Of uncertain historicity but undeniable cultural importance is the story of John Henry, the steel-driving man.
He was an African American railroad worker who became a folk hero among the poor thanks to his earthy nature, physical prowess, and dramatic struggle against the machinery slowly replacing laborers like him.
The role of a steel-driving man is to hammer a steel drill into solid rock so that explosives can be inserted into the holes for the clearing out and construction of railroad tunnels. John Henry’s story is traditionally dated to sometime in the later half of the 19th century, at a time when manual steel-drivers were being replaced by faster, more efficient steam-powered drilling machines- the precursors to modern jackhammers and pneumatic drills.
John worked with his hands and his hammer however, and he was known for his speed and strength. As the story goes, during the construction of one railroad tunnel, a race was arranged between John and one of the steam-powered drills being used. John Henry pushed his body to its limits and won the race, but died just past the finish line as his heart gave out, hammer still gripped in his hand.
It is unclear exactly where or when John Henry won that tunnel race, if it did occur. Theories offered by various researchers over the years have suggested Big Bend Tunnel, West Virginia in 1870-72, Lewis Tunnel, Virginia in 1873, and Coosa Mountain Tunnel, Alabama in 1877.
Many of these theories place John Henry as a former slave, or the son of a slave, or alternatively as a work-release laborer attached to a local prison. Other claims made over the years place the tunnel and Henry’s contest in other states such as Kentucky, or places as far off as Jamaica.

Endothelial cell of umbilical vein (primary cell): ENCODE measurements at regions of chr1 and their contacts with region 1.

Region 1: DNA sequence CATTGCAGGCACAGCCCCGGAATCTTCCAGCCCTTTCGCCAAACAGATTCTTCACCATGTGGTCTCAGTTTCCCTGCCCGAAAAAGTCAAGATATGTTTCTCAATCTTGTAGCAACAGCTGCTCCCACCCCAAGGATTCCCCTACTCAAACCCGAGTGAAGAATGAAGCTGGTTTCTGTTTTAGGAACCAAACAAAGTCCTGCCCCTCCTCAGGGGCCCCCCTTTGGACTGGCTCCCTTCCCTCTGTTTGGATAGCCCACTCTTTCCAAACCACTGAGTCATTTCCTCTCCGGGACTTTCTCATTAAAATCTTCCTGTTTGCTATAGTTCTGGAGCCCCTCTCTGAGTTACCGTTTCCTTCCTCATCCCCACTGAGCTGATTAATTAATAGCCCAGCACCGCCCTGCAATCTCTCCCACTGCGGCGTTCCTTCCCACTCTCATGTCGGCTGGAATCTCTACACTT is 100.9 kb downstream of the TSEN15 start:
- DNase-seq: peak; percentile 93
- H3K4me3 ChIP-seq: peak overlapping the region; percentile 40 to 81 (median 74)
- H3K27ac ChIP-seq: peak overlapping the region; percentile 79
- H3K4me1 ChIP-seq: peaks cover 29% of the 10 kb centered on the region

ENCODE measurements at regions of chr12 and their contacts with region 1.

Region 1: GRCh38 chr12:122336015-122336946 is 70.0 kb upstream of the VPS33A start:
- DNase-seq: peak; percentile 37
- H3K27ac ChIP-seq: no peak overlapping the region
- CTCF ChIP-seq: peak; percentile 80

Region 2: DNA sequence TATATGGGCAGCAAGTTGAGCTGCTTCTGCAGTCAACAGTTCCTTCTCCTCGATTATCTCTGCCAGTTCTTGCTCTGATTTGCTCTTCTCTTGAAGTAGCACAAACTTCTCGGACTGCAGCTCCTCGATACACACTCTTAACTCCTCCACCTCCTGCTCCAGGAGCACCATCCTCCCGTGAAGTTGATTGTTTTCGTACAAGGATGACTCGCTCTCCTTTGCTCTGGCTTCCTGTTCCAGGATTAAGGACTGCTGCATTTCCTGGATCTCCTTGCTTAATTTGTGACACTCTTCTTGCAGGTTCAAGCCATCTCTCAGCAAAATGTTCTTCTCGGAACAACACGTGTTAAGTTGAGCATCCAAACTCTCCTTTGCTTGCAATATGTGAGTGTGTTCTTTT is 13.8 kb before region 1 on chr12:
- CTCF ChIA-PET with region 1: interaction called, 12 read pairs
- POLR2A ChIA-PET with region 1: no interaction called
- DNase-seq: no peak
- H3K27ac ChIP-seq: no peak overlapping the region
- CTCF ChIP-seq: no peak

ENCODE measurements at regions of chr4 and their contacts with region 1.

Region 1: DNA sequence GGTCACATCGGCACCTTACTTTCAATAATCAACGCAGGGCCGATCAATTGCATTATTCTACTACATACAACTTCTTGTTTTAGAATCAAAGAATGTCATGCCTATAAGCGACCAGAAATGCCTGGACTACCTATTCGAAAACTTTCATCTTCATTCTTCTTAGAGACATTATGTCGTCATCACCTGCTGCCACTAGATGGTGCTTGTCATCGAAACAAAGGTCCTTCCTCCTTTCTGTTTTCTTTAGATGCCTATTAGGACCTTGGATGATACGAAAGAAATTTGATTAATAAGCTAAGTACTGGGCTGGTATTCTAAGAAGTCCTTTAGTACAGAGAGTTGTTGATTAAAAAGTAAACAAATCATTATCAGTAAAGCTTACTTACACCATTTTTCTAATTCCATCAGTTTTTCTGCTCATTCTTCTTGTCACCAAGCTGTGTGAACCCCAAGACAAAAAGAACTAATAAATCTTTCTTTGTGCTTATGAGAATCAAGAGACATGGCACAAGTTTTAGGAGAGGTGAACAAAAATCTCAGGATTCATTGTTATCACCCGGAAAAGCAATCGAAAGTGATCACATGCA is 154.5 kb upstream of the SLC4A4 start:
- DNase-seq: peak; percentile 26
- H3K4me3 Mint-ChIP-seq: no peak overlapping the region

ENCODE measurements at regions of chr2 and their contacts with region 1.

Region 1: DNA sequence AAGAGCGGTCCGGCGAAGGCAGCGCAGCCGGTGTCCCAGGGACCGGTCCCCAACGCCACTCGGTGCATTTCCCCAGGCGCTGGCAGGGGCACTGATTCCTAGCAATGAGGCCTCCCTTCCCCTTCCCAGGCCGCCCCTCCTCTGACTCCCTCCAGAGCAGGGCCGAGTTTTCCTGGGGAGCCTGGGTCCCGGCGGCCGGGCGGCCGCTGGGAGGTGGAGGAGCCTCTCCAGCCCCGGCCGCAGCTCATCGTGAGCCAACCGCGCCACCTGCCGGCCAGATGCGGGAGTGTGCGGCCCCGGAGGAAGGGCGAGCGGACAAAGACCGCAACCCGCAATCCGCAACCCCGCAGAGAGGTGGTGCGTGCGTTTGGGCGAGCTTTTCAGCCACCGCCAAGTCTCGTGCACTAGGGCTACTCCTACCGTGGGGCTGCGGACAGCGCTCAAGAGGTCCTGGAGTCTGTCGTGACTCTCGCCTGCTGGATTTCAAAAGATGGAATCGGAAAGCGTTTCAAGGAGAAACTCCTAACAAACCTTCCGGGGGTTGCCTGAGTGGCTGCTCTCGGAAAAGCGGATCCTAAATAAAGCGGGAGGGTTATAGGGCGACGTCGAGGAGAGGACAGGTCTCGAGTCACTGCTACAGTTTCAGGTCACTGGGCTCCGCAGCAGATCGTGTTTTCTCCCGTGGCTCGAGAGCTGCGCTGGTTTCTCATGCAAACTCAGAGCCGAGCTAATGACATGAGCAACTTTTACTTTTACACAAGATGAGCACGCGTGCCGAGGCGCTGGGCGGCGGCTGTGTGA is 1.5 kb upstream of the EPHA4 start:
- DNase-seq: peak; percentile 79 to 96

Whether John Henry’s story is based in fact or fiction isn’t very important when we look at the symbol which he has become. Because of the profession he worked in until his dying breath, he has been used as a rallying point for labor movements, and in particular the countless other faceless railroad workers who died from accidents and illness over the centuries.
Because of his race and the trials he nobly endured, his image was right at home with the American Civil Rights Movement. His story represents the worst aspects of exploitation and the degradation of human beings brought on by the age of machinery, yet he also embodies the greatest qualities of the human beings who fight and succeed through great adversity.
In World War II propaganda – during a time when the United States was struggling to deal with its own social tolerance and diversity -John Henry’s image was used to express those same ideals. Today, his likeness has appeared in film, work songs and other music, television, literature, US postage stamps, and even video games.
One legacy of John Henry that is especially apropos of his use as a symbol for black perseverance in the face of discrimination is the use of his name to describe a stress coping strategy. John Henryism (or simply JH) is the act of responding to prolonged stresses’ at work, in daily life, or from social discrimination’ by expending higher and higher levels of effort to resolve an issue or improve one’s lot, until the stresses result in physical or psychological illness.
JH was first observed in the 1970s and was named by the public health researcher Sherman James while studying the stark differences in the health between African Americans and other racial groups in North Carolina.
One interviewee, coincidentally named John Henry Martin, had raised his family up out of illiterate sharecropper poverty and owned his own farm of 75 acres by the age of 40. He also suffered terribly from stress-related hypertension, arthritis, and peptic ulcers as a result.